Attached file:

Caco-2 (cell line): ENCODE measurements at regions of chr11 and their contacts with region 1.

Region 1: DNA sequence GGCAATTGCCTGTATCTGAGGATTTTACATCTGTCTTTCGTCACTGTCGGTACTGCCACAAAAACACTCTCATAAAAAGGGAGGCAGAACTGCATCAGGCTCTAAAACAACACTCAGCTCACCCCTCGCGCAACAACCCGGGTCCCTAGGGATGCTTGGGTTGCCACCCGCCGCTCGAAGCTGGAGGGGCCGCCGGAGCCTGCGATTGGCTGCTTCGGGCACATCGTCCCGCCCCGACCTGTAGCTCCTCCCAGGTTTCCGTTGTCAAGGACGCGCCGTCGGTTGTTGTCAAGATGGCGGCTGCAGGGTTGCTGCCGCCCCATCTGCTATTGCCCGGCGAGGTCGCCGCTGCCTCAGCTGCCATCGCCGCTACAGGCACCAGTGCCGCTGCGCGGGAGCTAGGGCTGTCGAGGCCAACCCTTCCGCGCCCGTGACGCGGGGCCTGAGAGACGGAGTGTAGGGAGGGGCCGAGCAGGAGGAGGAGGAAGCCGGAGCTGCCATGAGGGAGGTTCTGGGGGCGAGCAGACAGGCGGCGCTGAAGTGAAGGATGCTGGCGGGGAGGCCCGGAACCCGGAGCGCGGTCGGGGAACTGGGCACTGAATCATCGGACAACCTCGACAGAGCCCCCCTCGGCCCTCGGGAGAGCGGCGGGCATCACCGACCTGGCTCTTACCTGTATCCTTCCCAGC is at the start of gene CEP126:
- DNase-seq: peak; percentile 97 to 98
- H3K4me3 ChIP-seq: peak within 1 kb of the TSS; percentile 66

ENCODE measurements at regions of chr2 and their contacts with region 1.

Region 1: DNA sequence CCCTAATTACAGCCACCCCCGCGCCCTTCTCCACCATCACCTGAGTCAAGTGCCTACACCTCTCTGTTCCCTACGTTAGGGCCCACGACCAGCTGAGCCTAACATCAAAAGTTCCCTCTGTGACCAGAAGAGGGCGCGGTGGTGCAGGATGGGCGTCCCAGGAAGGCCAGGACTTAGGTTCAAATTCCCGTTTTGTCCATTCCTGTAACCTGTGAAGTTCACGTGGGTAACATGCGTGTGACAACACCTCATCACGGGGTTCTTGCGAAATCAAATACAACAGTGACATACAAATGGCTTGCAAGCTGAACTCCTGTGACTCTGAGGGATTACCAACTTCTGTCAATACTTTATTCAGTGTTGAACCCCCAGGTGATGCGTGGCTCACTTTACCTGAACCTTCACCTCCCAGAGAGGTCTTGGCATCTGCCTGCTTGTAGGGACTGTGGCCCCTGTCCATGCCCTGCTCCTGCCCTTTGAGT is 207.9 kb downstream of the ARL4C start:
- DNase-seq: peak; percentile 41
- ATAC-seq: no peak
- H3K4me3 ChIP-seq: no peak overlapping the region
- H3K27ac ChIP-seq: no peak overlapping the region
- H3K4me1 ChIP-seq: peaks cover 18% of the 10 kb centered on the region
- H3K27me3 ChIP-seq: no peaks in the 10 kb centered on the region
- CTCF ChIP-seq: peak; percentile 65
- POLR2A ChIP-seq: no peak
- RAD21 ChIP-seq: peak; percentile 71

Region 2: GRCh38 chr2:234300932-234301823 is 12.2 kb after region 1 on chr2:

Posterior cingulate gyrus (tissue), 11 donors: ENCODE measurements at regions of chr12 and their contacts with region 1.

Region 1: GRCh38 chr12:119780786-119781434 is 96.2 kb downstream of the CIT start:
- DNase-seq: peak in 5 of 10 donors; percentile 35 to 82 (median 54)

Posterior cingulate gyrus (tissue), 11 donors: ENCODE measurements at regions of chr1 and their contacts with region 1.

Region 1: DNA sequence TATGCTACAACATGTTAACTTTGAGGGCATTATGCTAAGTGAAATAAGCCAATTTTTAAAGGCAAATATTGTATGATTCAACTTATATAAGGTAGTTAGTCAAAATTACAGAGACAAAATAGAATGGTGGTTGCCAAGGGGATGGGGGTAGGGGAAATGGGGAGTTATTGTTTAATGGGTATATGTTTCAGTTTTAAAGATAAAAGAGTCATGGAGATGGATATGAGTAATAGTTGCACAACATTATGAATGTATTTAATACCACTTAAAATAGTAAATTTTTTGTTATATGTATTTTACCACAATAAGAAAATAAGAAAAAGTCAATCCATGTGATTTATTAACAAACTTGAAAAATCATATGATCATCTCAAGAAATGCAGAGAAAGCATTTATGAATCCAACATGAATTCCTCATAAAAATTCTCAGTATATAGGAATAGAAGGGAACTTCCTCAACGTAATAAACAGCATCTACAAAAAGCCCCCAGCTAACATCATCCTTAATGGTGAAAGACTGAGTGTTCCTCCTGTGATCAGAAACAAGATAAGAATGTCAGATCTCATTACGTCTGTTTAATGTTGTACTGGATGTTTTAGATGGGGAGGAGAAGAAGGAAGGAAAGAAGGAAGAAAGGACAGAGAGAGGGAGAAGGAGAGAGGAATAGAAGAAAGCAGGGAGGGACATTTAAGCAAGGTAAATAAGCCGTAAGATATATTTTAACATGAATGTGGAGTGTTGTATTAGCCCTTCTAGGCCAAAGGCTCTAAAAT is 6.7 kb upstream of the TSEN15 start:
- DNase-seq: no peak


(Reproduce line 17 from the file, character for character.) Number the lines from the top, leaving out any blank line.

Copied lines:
Posterior cingulate gyrus (tissue), 11 donors: ENCODE measurements at regions of chr12 and their contacts with region 1.